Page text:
Some great college YouTubers to check out:
- The Kath Path from Stanford
- Paris Boswell from the University of Wisconsin Madison
- Katherout from USC
- LifeWithLaur from Dartmouth
- Nicolas Chae from Princeton
- Elliot Choy from Vanderbilt
If you are able to visit the college in person, it can be helpful to sit on a bench in the center of campus and observe the students walking around. It can be helpful to respectfully approach students and ask them about their experience, but be sure to keep in mind that college students are often extremely busy and might not have a lot of time to answer your questions.
A few locations that are good options for places to sit and observe current students include:
- The student center
- A few of the dorms
- Classroom buildings
- The library
- The dining hall
It can be helpful to have a few questions in mind if you decide to approach students so as to avoid wasting time. Remember to respect student’s times and take rejections graciously.
Method #4: Reach out to Admissions Officers
Another option is to reach out to the admissions office directly. There are a few benefits and a few drawbacks to this approach.
Benefits of reaching out to the admissions office
- Admissions officers will be able to share a wide range of resources, from presentations to flyers and student testimonials
- Since admissions officers connect with students every day, they will likely respond to your inquiries quickly and share high-quality information
- It might take longer for students to get back to you because they have a lot going on with extracurriculars and classes
- Speaking with admissions officers might count as demonstrated interest for some schools who look at student interest as part of the admissions process
Drawbacks of reaching out to the admissions office
- The admissions office will connect you with the students that they want you to talk to
- The students who choose to work with the admissions office likely have a high opinion of the school
- In this way, it might be challenging to get a fully accurate picture of the student experience
- Most of what students share and what admissions officers talk about is likely the positive elements of the college experience and it might be harder to get an accurate picture of some of the less-rosy elements of going to a certain school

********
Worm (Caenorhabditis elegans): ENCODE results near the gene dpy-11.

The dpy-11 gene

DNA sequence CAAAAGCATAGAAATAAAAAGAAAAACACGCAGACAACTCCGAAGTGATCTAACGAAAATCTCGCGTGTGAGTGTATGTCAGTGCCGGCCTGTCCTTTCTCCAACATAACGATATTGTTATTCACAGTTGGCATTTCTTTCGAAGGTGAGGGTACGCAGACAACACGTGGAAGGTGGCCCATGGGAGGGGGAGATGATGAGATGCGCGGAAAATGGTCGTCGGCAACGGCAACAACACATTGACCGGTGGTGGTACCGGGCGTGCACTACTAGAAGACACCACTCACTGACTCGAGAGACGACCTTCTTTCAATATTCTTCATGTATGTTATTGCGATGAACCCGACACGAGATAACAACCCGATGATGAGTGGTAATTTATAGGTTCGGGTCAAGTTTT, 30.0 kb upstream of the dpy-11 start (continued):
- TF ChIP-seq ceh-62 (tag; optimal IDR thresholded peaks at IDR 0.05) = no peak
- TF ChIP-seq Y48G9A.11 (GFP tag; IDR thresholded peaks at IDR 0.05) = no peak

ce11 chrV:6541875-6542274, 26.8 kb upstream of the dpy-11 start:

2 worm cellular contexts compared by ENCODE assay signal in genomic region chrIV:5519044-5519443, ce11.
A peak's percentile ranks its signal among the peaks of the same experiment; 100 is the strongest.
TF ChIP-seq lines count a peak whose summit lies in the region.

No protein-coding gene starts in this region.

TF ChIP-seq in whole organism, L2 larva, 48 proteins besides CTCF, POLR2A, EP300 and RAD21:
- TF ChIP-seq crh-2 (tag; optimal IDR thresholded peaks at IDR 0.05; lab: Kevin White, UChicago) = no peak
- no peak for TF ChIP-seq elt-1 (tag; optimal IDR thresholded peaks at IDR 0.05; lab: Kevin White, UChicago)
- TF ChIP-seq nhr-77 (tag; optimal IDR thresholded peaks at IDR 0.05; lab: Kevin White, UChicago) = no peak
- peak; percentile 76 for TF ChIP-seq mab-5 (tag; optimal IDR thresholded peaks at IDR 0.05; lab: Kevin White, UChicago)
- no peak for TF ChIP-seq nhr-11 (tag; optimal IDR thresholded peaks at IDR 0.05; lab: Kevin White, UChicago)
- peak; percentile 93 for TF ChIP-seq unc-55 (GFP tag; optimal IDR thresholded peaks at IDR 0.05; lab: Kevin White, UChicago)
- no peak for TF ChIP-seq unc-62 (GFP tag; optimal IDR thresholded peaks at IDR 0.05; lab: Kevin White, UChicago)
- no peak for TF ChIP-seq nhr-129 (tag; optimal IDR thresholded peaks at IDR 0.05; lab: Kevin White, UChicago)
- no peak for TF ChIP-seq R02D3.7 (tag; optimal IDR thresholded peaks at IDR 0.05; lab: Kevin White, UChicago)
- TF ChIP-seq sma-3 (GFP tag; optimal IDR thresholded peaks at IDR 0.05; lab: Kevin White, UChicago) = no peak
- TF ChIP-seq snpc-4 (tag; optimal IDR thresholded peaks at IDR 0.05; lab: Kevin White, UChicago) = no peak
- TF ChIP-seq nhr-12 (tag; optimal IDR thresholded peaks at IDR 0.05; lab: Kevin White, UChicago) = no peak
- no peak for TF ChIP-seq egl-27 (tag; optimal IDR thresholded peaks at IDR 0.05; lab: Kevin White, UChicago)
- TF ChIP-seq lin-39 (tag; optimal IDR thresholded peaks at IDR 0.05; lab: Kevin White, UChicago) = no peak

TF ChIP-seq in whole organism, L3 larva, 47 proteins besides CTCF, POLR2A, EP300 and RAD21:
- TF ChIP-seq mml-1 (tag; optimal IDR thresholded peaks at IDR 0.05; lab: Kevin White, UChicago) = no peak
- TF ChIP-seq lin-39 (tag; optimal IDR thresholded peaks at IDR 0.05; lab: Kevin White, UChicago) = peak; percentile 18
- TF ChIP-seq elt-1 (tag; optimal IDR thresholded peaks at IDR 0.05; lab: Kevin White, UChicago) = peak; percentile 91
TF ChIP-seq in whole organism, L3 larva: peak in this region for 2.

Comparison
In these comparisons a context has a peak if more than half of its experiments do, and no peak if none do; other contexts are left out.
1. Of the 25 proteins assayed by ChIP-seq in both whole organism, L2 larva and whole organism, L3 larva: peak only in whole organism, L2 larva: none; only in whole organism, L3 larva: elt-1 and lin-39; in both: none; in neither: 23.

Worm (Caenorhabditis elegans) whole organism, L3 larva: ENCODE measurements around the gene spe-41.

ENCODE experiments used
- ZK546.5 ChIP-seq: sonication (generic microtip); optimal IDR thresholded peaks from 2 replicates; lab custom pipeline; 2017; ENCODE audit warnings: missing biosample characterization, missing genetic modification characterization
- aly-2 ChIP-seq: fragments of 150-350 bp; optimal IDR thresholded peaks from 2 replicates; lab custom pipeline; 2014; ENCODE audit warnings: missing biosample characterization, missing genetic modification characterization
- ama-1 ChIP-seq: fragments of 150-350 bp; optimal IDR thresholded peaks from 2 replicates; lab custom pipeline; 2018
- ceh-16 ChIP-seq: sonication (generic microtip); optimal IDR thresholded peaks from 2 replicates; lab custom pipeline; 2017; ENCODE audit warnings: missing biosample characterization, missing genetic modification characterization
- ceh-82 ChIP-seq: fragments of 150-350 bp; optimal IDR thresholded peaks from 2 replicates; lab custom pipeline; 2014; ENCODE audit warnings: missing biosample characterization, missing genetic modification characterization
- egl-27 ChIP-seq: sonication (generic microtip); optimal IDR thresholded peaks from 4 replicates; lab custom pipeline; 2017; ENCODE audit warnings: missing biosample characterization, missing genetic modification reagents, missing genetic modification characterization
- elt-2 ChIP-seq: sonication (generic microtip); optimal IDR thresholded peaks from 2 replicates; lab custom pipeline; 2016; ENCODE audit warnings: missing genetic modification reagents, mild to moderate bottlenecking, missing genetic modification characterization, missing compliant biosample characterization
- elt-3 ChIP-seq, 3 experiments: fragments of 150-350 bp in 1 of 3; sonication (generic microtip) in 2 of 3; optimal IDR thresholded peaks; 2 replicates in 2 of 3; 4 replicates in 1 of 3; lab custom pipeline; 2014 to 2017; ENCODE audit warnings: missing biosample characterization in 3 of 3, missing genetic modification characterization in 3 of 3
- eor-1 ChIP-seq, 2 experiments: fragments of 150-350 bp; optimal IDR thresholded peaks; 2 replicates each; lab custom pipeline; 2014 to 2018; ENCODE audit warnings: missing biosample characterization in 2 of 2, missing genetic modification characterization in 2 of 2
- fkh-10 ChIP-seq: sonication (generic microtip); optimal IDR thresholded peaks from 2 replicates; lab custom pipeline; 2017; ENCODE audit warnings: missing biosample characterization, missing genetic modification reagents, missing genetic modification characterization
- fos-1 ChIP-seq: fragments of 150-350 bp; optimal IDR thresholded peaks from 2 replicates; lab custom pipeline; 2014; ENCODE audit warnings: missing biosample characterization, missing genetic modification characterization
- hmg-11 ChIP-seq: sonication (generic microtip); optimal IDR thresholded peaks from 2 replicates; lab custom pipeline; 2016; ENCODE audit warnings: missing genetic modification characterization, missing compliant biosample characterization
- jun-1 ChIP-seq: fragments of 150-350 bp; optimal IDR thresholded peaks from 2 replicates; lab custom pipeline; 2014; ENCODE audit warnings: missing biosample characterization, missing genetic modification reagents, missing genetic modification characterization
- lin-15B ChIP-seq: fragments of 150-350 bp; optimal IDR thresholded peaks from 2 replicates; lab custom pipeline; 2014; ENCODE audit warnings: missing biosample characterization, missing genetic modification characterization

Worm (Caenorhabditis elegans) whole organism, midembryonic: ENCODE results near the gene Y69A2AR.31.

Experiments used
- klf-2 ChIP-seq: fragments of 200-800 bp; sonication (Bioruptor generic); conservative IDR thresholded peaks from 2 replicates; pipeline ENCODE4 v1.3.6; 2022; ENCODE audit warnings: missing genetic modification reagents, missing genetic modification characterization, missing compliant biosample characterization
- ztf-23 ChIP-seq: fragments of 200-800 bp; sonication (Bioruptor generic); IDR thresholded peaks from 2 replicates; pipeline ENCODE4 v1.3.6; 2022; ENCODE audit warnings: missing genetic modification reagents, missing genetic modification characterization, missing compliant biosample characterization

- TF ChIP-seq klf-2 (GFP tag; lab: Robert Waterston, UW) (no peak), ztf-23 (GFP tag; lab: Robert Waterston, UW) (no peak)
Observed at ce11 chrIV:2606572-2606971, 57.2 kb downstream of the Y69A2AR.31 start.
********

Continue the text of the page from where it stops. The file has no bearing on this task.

Method #5: Hometown Resources
One final option for reaching out to current students is to connect with alumni organizations in your hometown.
This is probably easiest for state schools where many alumni likely live nearby after graduation and schools that have clubs in large cities.
In terms of state schools, ask your friends and family if they know anyone who went to a certain school and ask about their experience.
Remember that colleges can change over time, and an experience twenty years ago will not necessarily be consistent with an experience today.
Many Ivy League colleges have clubs in large cities and states. If you’re interested in applying to Ivy League colleges, you can find contact information for each club on their websites.
And if you can't find anyone, we have plenty of Ivy League students on our team who'd be happy to chat. Feel free to grab a free consultation slot here to learn how we can help you on your application journey!
These five methods of reaching out to current students are by no means mutually exclusive.
Consider combining two or more of these approaches to reach out to current students and learn from their experiences.
And keep in mind that one student’s experience will not necessarily be your experience!
Take everything you hear with an open mind and be sure to ask multiple people similar questions to get different points of view!
When I was applying to college, I found visiting campus in-person and reaching out to alumni in my hometown to be the two easiest methods since I live near Boston, which is where Harvard is located.
I suggest figuring out which methods feel most natural and comfortable to you and starting there. Depending on what works and who gets back to you, you can always adjust your approach accordingly.
Remember to stay persistent, but respectful, and get the questions you have about the college experience answered! Best of luck!